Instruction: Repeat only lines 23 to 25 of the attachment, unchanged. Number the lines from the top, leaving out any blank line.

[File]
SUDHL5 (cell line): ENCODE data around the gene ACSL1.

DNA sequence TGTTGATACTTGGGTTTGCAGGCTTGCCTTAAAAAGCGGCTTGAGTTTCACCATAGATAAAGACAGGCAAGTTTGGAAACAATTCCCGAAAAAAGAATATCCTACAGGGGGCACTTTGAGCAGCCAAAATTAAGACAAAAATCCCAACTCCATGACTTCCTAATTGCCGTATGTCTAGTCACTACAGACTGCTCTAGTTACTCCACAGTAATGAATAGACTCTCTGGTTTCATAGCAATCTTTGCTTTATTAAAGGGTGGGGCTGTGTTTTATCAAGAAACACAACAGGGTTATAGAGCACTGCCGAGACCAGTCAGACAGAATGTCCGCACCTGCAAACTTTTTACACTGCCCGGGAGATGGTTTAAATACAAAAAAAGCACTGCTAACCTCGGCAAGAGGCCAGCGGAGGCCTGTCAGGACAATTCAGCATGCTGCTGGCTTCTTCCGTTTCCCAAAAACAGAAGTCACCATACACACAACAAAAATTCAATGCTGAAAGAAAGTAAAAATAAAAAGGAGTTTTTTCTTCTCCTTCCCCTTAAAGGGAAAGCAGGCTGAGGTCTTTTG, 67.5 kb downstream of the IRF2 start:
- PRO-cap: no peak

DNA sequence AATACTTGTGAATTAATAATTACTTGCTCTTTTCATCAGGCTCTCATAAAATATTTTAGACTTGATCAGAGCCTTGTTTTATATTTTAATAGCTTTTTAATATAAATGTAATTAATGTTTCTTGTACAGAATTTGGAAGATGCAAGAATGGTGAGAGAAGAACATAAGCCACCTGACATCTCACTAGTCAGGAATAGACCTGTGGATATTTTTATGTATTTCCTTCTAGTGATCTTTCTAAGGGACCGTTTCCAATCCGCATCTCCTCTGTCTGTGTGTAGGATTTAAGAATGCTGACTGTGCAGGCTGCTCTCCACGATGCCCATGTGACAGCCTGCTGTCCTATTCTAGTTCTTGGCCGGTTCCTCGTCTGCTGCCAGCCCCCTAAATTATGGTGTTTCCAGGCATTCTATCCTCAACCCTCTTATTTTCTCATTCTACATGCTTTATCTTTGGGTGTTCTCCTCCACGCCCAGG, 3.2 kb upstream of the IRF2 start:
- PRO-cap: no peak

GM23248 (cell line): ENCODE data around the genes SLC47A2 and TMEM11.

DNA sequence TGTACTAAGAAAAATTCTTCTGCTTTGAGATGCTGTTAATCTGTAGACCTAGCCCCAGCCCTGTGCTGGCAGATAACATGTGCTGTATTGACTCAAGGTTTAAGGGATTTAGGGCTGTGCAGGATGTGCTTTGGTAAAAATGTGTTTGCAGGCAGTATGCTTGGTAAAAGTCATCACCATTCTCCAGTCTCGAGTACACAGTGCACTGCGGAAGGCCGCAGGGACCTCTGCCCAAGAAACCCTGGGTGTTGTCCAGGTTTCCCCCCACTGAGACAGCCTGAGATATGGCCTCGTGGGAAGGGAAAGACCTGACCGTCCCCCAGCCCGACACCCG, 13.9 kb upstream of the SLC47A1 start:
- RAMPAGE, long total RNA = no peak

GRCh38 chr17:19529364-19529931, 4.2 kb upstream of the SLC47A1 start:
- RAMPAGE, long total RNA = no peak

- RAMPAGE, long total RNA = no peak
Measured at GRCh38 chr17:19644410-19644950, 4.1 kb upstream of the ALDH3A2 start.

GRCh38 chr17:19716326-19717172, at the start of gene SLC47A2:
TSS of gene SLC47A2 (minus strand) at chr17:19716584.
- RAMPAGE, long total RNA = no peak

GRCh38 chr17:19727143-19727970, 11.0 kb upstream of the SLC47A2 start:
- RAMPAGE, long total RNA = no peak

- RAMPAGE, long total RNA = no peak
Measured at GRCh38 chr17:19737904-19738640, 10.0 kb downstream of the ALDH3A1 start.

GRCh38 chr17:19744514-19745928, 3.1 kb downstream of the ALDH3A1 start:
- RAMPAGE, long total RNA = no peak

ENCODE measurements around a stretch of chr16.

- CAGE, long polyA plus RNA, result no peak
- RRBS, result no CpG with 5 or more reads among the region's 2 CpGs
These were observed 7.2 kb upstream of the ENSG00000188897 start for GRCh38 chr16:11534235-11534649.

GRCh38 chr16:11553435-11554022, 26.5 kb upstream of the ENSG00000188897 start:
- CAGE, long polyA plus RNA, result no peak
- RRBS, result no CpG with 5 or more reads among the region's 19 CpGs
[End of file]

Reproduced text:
- CAGE, long polyA plus RNA, result no peak
- RRBS, result no CpG with 5 or more reads among the region's 2 CpGs
These were observed 7.2 kb upstream of the ENSG00000188897 start for GRCh38 chr16:11534235-11534649.